With twelve ribs on each side, your thoracic cage has the important job of protecting your heart and lungs from trauma, in addition to providing respiratory support. Damage to your rib cage can be life-threatening depending on the severity of the wound if not treated right away. It is essential to seek medical attention if you have a broken rib.
Wondering what the symptoms and causes of a broken rib are so you can tell if you have one? We’ll go over that below. Plus treatments and dangers involved with broken ribs.
Fractured Ribs: Symptoms And Causes
In most cases, the pain from a broken rib is instant. A chest fracture is most often caused by direct impact from sports-related injuries, falls, or motor accidents.
The extent of a broken rib ranges from cracked bones to multiple ribs that are in entirely separate pieces, known as Flail chest. While cracked ribs are still painful, they don’t bear the same dangers of broken ribs.
Let’s take a look at the signs of a broken rib.
Symptoms of a Broken Rib
- Breathing Pain
- Shortness of breath
Complications and Dangers of Injured Ribs
Since the rib cage protects the thoracic cavity, the dangers involved with trauma to the rib cage are deadly if not examined properly. A broken rib can easily puncture the aorta or another primary blood vessel, collapse a lung, damage your spleen, liver or a kidney.
Your chances of fracturing a rib during impact increase if you have a disease that affects bone density like osteoporosis, or cancer. Being aware of your health and avoiding risks that can lead to injury is essential to protecting your rib cage and thoracic cavity.
Pain Relief and Treatment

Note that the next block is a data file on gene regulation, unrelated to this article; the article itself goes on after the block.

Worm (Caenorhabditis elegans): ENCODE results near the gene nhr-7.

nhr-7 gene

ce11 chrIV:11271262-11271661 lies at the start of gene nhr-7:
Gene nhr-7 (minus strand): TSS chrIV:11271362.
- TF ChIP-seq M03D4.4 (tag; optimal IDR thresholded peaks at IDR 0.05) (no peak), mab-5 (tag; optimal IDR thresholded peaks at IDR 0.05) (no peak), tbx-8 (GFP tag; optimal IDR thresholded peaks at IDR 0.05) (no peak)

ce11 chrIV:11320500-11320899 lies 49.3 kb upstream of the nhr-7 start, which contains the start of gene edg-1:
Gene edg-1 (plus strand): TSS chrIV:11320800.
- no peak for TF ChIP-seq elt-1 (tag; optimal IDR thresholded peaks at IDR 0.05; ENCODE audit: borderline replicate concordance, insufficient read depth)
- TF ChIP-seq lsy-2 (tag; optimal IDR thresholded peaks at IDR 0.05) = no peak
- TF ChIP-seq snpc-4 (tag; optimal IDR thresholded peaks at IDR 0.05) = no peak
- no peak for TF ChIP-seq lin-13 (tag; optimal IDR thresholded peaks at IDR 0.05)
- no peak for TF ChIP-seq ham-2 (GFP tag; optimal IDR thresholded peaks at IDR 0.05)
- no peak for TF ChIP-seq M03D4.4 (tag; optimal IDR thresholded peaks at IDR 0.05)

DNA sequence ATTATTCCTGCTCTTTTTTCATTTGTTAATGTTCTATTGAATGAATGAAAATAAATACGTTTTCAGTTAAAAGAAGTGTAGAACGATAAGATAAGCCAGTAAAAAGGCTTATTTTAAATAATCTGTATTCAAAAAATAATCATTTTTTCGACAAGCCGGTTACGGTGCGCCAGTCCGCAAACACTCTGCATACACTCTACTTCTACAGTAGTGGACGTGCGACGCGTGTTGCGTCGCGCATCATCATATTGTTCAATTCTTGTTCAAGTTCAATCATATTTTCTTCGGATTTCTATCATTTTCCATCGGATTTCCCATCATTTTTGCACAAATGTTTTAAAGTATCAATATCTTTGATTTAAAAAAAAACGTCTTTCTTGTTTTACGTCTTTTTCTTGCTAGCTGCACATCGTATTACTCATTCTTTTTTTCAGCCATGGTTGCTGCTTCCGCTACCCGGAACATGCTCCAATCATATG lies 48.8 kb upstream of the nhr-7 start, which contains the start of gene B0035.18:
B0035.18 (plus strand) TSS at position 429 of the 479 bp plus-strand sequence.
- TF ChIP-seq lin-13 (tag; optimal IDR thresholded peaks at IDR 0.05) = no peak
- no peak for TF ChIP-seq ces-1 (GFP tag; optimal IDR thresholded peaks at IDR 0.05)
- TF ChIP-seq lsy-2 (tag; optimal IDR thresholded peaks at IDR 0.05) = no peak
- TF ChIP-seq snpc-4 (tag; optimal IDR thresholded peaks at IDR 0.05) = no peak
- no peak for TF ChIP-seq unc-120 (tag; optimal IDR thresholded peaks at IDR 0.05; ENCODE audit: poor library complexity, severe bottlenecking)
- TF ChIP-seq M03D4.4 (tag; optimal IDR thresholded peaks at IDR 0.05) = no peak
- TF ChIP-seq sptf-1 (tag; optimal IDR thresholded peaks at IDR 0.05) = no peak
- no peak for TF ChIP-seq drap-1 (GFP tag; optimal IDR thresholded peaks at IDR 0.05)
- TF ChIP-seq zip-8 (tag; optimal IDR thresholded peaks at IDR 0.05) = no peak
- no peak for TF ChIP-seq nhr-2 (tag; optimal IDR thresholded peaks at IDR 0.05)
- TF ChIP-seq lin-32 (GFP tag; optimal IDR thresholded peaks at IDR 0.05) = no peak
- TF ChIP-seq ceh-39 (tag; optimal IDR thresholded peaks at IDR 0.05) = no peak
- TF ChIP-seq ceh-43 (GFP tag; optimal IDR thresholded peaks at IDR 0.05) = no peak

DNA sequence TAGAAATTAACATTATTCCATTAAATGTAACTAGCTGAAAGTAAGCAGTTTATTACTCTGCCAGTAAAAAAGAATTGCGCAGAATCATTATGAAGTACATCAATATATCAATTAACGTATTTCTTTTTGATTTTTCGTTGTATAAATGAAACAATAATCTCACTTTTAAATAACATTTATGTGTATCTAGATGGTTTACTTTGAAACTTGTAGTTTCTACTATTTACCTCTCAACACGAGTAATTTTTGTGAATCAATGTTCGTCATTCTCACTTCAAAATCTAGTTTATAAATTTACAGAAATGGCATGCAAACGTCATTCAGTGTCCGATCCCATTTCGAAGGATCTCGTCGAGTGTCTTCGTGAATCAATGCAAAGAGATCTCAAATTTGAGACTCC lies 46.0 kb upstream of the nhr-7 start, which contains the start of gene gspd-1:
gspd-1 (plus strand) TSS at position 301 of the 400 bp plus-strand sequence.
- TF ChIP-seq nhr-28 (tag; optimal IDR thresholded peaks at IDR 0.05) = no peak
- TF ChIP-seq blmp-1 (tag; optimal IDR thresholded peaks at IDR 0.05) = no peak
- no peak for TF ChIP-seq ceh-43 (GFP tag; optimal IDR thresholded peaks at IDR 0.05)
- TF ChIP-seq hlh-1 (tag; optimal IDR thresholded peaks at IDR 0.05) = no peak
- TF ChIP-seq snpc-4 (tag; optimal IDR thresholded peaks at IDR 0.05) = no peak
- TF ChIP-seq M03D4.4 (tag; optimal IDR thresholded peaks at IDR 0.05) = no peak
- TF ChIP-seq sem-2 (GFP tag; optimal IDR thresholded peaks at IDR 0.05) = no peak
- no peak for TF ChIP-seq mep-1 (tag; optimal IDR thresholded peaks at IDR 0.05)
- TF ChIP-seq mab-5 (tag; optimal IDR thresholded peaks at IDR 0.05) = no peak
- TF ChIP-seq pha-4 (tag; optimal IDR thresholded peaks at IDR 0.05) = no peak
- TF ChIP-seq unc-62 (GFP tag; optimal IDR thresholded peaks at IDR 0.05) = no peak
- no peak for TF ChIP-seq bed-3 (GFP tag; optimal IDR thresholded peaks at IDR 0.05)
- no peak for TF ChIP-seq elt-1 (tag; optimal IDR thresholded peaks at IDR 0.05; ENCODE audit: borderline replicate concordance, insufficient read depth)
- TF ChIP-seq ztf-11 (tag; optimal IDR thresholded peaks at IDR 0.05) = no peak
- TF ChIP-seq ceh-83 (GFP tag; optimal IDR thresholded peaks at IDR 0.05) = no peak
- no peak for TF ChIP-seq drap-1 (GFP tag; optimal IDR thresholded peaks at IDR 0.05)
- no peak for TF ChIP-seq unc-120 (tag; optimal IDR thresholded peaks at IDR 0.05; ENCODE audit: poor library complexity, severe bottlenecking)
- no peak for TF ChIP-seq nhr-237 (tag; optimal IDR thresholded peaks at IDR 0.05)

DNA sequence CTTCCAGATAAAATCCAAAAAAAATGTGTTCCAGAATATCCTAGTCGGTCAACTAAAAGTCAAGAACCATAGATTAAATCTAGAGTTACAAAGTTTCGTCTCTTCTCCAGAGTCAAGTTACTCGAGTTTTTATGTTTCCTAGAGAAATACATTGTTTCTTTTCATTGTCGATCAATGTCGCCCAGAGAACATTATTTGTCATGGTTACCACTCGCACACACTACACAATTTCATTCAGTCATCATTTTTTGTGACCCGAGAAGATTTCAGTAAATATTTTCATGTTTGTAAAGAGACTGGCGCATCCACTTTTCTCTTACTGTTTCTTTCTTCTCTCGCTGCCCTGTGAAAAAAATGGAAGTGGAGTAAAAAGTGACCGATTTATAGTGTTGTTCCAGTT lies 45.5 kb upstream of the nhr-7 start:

Taking proper care of your injury can increase your chances of a fast recovery since most broken ribs heal on their own in one to two months.
Here are a few recommendations to help mend your broken rib, as well as warnings on what to avoid.
Do’s and Don’ts: Mending a Broken Rib
1. Consult with your healthcare provider about over-the-counter painkillers like Ibuprofen to help ease discomfort and reduce swelling.
2. Ice the injured area for twenty minutes every hour, avoiding direct contact with your skin for the first few days to reduce swelling and inflammation.
3. Rest your body.
4. Hold a pillow against your chest if you need to cough or sneeze.
5. Practice breathing exercises to help clear mucus from your lungs.
6. Sleep in an upright position for the first few nights.
7. Avoid laying down for extended periods.
8. Don’t lift heavy objects or play sports.
9. Keep your ribcage free from anything that can constrict your breathing like bandages or tight clothes.
10. Stop smoking to prevent coughing and infection.
While most broken ribs heal on their own over time, you should still seek medical attention to avoid complications. Especially if you have difficulty or pain while breathing.
Request an Appointment at The Orthopedic Clinic Today
The possible complications involved with a broken rib are intimidating. Thankfully, the providers at The Orthopedic Clinic are committed to restoring your health and providing the best broken rib treatment possible. Don’t wait to contact us if you need medical care. Contact us today.